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The Torch by Peter Twohig

The Torch

by Peter Twohig

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This is the second book written by Australian author Peter Twohig.
It's now 1960 and young Blayney is still trying to cope with the death of his twin, Tom, and trying to be naughty enough for two and mostly succeeding.
He's still friends with two people who seem to be spies, his granddad is a shady character who has a finger in every pie in their part of Melbourne, and he's trying to locate a young firebug before the police do.
Blayney's observations on the adult world, his own world and the strange new world of girls are very funny.
A light enjoyable read. ( )
  quiBee | Jan 21, 2016 |
The sequel to "The Cartographer". A rollicking tale full iconic Australiana (if you are a baby boomer, remember "the health food of a nation" and Saturday afternoon at the movies). If your not, it's still a rollicking tale. Fully of joy, fear, heartache, bemusement, frustration and much more. A boy on the doorstep of adolescence grapples with his understandings and misunderstandings of the adult world as he is presented with a number of personal tragedies and dilemmas both imagined and real. A boy and his dog story for everyone. ( )
  Mainlyme | Apr 27, 2015 |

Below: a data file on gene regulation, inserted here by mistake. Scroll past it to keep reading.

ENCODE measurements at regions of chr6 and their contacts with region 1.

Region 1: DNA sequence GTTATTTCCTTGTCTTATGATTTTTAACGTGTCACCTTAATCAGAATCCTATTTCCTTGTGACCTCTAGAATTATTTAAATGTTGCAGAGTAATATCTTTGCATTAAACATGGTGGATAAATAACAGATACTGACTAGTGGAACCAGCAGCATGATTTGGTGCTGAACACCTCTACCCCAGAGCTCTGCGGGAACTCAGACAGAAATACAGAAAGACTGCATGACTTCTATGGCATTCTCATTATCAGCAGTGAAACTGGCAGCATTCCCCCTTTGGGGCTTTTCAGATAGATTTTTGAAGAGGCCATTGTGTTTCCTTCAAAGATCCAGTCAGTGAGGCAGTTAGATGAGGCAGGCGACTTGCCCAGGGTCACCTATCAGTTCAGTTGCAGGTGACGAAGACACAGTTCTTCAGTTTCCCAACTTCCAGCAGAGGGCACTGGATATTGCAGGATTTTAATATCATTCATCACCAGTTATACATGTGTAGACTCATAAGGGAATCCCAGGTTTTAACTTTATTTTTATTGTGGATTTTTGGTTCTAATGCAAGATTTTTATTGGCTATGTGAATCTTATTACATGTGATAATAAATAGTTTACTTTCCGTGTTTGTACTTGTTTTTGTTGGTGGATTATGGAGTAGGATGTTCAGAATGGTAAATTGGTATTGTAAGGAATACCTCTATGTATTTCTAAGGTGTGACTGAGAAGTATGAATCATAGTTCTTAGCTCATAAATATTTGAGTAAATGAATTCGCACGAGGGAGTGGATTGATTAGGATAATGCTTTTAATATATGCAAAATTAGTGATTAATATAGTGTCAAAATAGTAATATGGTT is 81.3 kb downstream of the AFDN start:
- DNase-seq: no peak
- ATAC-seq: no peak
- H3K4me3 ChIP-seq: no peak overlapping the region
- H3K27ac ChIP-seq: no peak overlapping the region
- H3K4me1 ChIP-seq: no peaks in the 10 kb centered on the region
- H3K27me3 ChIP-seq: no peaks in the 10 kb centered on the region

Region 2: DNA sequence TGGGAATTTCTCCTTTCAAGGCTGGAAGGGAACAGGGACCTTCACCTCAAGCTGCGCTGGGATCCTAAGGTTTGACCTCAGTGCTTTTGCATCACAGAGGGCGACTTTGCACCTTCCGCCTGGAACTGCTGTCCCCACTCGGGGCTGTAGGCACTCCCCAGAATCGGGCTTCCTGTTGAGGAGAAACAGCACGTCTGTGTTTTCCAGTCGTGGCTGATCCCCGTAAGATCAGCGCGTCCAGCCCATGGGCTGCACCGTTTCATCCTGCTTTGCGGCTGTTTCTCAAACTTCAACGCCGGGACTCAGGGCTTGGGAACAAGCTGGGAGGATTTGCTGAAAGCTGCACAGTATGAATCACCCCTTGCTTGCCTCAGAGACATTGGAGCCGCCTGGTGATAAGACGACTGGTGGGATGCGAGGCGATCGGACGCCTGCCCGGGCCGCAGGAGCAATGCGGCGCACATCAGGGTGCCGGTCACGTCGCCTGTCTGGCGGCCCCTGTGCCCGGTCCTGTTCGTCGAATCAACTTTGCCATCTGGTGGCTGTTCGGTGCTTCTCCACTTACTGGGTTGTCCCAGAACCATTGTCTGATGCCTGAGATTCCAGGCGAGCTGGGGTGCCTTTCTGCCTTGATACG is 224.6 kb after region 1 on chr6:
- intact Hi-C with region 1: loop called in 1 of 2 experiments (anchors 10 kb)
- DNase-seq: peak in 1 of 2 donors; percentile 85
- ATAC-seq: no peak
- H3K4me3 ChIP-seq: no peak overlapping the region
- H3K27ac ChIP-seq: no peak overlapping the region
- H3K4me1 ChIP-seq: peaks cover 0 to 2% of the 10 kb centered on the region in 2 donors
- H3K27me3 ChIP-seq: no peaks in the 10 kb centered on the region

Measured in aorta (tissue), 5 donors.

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Melbourne, 1960: Mrs Blayney and her twelve year old son live in South Richmond. At least, they did, until their house burnt down. The prime suspect - one Keith Aloysius Gonzaga Kavanagh, also aged 12 - has mysteriously disappeared. Our narrator, the Blayney kid, sets off on a covert mission to find young Keith, who he privately dubs 'Flame Boy', to save him from the small army of irate locals - not to mention his mother - who want to see him put away. Flame Boy has not only made himself scarce, but he's done so with a very important briefcase of secrets, which the kid is keen to get hold of for his grandfather, a shady character who has some secrets of his own. But the kid has got a lot going on: he's also organising a new gang of kids; coping with the ups and downs of having a girl friend (who likes to kiss - a lot); trying to avoid Keith's dangerous prison-escapee father, Fergus Kavanagh, also an arsonist, who is suspected of selling secrets to the Russians; and all the while wondering how he can get his hands on the most beautiful object in the world: the Melbourne Olympic Torch.… (more)

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